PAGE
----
Public Health

Telehealth virtual visits can be a tool to fight climate change

Andis Robeznieks , Senior News Writer

Telehealth was shown to be a safe and effective way to deliver care during the COVID-19 pandemic. Data also emerged showing that it’s good for the health of the planet.

One large health system linked its 2020 growth in telehealth virtual visits to a reduction in the emissions of greenhouse gases equal to the emissions created annually by 1,200 homes.

Researchers with Northwest Permanente calculated telehealth’s impact on reducing patients’ vehicle traffic and the corresponding reduction in greenhouse gas emissions to 10.5 tonnes of carbon dioxide or equivalent greenhouse-gas emissions (CO2-eq) in 2020 from 19.6 tonnes CO2-eq in 2019.

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“It’s a win-win situation: We increase patients’ access to quality care while, literally, improving the air that they breathe when they step outside,” said Colin R. Cave, MD, Northwest Permanente’s medical director of external affairs, government relations and community health.

Last year, Dr. Cave told the The Wall Street Journal that despite the drop in use of telehealth the technology is still cutting about 7,500 tonnes from the medical group’s carbon footprint annually.

Supporting telehealth is an essential component of the AMA Recovery Plan for America’s Physicians.

Telehealth is critical to the future of health care, which is why the AMA continues to lead the charge to aggressively expand telehealth policy, research and resources to ensure physician practice sustainability and fair payment.

A former president of the Oregon Medical Association, Dr. Cave also leads the effort to enact Northwest Permanente’s Climate Action Plan.

He, his colleague Cory Ogden, MD, and former Northwest Permanente CEO Imelda Dacones, MD, along with other researchers, co-wrote “Patient transport greenhouse gas emissions from outpatient care at an integrated health care system in the Northwestern United States, 2015-20,” which was published by The Journal of Climate Change and Health.

The Kaiser Permanente Northwest integrated health system serves 600,000 members in Oregon and Southwest Washington where wildfires raged and temperatures reached 115 degrees in 2021, making climate change research particularly relevant.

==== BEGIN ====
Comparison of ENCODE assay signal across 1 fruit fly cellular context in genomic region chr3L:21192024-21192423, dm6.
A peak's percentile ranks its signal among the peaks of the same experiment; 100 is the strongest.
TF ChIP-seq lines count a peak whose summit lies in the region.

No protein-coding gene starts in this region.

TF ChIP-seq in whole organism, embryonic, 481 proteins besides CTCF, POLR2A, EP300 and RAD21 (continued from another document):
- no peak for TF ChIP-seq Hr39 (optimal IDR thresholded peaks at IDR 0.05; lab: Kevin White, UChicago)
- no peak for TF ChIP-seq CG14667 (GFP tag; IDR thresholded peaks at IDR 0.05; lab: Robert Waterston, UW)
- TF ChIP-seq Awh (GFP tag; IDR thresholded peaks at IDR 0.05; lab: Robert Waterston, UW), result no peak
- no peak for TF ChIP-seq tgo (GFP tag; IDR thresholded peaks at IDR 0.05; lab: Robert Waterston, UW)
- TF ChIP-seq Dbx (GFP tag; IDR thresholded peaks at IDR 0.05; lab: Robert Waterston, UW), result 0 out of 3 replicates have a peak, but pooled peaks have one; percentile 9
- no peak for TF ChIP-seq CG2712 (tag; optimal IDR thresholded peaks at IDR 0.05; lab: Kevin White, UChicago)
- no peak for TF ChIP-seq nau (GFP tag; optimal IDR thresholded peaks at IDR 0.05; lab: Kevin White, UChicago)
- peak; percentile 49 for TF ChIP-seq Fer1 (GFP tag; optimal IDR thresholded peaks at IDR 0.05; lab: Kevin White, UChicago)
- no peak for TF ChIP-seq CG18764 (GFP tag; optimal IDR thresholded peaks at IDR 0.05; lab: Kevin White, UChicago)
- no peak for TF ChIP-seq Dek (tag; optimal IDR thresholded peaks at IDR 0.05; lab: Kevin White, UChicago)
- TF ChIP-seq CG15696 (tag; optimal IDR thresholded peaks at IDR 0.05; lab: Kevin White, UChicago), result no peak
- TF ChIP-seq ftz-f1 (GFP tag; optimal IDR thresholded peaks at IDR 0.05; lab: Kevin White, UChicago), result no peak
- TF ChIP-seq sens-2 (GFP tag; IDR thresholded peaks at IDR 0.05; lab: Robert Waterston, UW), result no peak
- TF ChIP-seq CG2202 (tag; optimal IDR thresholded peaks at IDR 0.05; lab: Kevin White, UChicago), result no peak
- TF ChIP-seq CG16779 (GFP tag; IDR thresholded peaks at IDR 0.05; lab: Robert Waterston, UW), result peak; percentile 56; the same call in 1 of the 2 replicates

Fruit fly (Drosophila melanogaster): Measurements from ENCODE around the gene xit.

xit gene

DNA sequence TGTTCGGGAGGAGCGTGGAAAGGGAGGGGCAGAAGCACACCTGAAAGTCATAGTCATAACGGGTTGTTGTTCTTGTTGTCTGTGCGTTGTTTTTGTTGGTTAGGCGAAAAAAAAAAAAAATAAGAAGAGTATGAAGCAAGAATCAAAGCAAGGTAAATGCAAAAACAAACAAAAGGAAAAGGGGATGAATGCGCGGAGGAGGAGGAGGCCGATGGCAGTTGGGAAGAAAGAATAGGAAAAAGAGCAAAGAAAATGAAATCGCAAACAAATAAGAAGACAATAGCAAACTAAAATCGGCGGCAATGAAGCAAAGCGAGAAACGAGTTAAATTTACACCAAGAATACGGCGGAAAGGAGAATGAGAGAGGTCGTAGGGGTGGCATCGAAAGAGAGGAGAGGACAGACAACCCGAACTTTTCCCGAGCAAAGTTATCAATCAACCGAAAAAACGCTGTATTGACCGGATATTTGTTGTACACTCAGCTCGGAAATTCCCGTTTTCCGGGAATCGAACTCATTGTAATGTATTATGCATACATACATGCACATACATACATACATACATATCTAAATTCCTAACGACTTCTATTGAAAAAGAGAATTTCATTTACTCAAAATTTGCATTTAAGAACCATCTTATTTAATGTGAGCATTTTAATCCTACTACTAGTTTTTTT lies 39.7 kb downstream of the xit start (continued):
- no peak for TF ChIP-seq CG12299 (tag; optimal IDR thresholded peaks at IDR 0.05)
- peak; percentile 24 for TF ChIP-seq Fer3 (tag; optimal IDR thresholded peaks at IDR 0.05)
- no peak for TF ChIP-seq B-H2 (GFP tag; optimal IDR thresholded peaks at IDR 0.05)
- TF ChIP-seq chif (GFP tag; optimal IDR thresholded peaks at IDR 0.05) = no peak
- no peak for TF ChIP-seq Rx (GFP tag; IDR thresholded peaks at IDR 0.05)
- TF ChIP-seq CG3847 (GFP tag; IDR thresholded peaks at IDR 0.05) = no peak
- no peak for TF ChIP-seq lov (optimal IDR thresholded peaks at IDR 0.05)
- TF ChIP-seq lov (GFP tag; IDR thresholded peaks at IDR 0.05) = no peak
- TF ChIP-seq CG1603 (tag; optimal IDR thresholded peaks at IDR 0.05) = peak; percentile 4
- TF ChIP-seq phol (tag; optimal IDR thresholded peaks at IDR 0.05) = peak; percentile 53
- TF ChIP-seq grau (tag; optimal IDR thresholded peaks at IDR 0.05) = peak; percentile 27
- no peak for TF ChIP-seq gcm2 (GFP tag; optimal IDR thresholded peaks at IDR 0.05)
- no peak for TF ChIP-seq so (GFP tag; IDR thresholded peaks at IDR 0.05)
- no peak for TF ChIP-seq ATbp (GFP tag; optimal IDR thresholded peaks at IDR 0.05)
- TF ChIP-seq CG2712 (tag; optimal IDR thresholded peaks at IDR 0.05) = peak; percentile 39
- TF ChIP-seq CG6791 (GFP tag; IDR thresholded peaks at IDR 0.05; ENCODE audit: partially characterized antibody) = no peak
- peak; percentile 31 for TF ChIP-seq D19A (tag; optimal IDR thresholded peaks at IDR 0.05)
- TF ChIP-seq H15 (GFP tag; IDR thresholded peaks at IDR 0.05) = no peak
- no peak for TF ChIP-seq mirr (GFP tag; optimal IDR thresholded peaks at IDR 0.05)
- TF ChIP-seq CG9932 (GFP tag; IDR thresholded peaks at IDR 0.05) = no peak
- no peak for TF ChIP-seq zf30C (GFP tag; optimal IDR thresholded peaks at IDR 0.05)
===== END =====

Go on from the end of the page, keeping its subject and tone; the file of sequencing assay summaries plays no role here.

A high of “115 degrees in Oregon isn't normal,” Dr. Cave said.

While the temperature didn’t hit 115 degrees last year, the National Centers for Environmental Information reported that it was Portland, Oregon’s second-warmest year on record with an average daily temperature of 56.6 degrees. The hottest day was Aug. 14, when the temperature hit 108 degrees and was part of a four-day stretch in which the thermometer topped 100.

While the proper ratio of virtual to in-person care has not been determined, Dr. Cave said telehealth is here to stay.

“Make no mistake: We’re not going back,” he said, adding that the impact “is much more than just miles driven,” as there are other results from policy and environmental points of view.

Fewer miles driven, for example, also means less wear and tear on public streets and fewer in-person patient visits allows for a reduction in health care’s footprint.

“We realized that, by increasing our virtual visits, we have been able to close two small primary care clinics, one mental health clinic and one renal clinic, and consolidate these services in other clinics, because so many of those visits were then provided by virtual care,” Dr. Cave said.

But it’s not just about miles driven.

“If you're able to remove the carbon emissions from a couple of clinics, you can then apply that emissions savings to this ambulatory visit-intensity measurement and you can make that measurement even lower,” he said. “If you are having the same number of outpatient visits, but more of them are virtual and it allows you to close physical plants, then you should get credit environmentally for reducing your carbon footprint.

“That's the next iteration of this research, and I'm pleased to see that there are a number of people in organizations that get it,” Dr. Cave added.

The Northwest Permanente study reported that, from 2015 to 2020, the medical group completed 15.6 million outpatient visits, averaging 2.6 million a year. In-person visits declined by 46.2% in 2020 while telehealth visits jumped 108.5% in 2020.

The average distance travelled for an inpatient visit was just over 17.4 miles, and the researchers used Oregon Department of Transportation estimates that 93% of “personal errand” travel in the state is done by auto while the rest is a mix of walking, bicycling and using public transit.

“The rapid and widespread adoption of telehealth during the COVID-19 pandemic has had significant environmental health benefits, primarily through reduction in transportation-associated emissions,” the authors wrote. “If the U.S. health care system were to maintain or expand upon current levels of telehealth utilization, additional reductions in GHG emissions would potentially be achieved through impacts on practice design.”

More needs to be done, Dr. Cave said.

"As hopeful as we are, and as much as we really want global warming to decrease, we're also realists," Dr. Cave said on an episode of “AMA Update.”

"We want to be able to continue our role in mitigating climate change and mitigating our effect on climate change,” he added. “We also understand that we need to be prepared to work and meet our mission of improving the health of our members and our communities in a climate-changed world."

Visit AMA Advocacy in Action to find out what’s at stake in combating the health effects of climate change and other advocacy priorities the AMA is actively working on.